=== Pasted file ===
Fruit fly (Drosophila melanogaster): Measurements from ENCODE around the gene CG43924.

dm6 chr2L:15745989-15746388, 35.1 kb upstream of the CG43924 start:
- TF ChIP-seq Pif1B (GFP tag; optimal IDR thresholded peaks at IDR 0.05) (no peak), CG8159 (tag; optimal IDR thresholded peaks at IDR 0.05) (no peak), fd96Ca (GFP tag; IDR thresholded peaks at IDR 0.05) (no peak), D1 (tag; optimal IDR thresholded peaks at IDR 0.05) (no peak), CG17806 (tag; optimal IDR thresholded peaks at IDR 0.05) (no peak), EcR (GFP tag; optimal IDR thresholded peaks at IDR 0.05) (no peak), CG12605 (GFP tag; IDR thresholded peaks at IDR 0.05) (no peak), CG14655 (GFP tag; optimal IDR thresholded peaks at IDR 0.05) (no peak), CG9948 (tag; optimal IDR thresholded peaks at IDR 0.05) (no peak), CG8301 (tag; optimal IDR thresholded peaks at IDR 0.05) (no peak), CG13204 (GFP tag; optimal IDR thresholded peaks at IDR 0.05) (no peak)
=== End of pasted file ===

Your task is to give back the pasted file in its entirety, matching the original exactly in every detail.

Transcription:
Fruit fly (Drosophila melanogaster): Measurements from ENCODE around the gene CG43924.

dm6 chr2L:15745989-15746388, 35.1 kb upstream of the CG43924 start:
- TF ChIP-seq Pif1B (GFP tag; optimal IDR thresholded peaks at IDR 0.05) (no peak), CG8159 (tag; optimal IDR thresholded peaks at IDR 0.05) (no peak), fd96Ca (GFP tag; IDR thresholded peaks at IDR 0.05) (no peak), D1 (tag; optimal IDR thresholded peaks at IDR 0.05) (no peak), CG17806 (tag; optimal IDR thresholded peaks at IDR 0.05) (no peak), EcR (GFP tag; optimal IDR thresholded peaks at IDR 0.05) (no peak), CG12605 (GFP tag; IDR thresholded peaks at IDR 0.05) (no peak), CG14655 (GFP tag; optimal IDR thresholded peaks at IDR 0.05) (no peak), CG9948 (tag; optimal IDR thresholded peaks at IDR 0.05) (no peak), CG8301 (tag; optimal IDR thresholded peaks at IDR 0.05) (no peak), CG13204 (GFP tag; optimal IDR thresholded peaks at IDR 0.05) (no peak)